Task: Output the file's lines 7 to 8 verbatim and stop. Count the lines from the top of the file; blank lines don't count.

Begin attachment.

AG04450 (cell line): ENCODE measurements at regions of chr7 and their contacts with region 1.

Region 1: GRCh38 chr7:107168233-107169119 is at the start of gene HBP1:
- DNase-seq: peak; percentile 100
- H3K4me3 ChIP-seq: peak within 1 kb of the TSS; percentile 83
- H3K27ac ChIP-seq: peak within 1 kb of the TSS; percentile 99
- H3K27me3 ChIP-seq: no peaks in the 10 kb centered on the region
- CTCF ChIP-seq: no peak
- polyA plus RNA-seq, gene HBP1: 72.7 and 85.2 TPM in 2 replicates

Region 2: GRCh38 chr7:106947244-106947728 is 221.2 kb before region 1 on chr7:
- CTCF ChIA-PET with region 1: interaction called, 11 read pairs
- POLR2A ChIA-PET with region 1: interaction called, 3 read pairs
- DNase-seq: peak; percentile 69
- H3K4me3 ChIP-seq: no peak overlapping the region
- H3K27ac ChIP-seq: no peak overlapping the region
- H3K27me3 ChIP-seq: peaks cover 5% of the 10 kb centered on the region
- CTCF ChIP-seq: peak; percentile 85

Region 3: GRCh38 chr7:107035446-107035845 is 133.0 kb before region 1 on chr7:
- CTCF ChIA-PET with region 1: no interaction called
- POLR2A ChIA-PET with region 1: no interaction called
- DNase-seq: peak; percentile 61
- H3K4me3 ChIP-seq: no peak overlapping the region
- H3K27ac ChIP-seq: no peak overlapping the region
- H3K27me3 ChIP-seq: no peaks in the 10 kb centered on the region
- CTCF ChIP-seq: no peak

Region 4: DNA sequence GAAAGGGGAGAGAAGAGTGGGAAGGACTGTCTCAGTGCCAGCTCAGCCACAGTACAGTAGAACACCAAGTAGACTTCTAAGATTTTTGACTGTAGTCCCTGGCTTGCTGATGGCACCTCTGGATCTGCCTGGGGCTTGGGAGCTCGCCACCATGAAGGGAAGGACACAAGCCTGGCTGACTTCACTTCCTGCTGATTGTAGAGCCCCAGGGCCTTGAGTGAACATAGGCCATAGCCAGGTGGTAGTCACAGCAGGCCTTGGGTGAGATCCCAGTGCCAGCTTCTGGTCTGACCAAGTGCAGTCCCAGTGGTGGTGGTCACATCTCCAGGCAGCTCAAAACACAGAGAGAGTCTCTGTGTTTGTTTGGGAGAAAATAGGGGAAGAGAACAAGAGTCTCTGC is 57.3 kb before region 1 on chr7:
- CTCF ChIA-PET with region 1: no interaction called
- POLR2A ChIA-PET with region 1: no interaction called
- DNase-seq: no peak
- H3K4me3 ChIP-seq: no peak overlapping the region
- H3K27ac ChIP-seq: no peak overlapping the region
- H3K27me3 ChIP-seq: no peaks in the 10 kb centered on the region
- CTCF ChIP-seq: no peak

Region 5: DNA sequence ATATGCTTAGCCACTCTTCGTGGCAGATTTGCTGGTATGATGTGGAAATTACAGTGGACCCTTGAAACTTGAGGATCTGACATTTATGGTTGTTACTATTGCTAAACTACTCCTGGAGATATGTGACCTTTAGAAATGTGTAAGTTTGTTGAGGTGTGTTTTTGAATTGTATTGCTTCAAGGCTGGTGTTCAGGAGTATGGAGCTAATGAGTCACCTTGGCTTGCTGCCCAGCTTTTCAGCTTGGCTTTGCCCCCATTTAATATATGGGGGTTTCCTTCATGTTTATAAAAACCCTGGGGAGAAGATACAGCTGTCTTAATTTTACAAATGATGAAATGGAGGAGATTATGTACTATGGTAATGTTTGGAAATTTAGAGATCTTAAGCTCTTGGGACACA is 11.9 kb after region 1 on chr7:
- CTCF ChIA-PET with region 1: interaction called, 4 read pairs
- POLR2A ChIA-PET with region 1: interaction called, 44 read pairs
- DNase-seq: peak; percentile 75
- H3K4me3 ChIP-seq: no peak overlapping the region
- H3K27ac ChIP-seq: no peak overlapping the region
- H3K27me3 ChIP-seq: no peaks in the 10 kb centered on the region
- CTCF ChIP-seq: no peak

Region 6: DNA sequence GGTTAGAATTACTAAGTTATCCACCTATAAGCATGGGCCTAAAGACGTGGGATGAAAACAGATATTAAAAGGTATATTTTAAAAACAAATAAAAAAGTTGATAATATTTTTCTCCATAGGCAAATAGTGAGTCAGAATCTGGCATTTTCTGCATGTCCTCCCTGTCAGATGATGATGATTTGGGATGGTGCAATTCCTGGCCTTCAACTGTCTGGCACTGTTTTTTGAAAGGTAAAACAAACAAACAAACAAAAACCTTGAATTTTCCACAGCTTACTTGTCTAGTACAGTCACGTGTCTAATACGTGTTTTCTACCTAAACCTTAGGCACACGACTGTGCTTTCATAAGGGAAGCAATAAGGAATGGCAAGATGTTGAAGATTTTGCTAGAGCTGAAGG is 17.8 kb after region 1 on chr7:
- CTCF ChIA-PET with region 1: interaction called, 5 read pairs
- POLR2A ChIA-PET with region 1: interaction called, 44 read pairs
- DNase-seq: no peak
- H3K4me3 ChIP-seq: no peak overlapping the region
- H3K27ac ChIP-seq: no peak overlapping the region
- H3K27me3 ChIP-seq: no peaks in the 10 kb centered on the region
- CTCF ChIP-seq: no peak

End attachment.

- CTCF ChIP-seq: no peak
- polyA plus RNA-seq, gene HBP1: 72.7 and 85.2 TPM in 2 replicates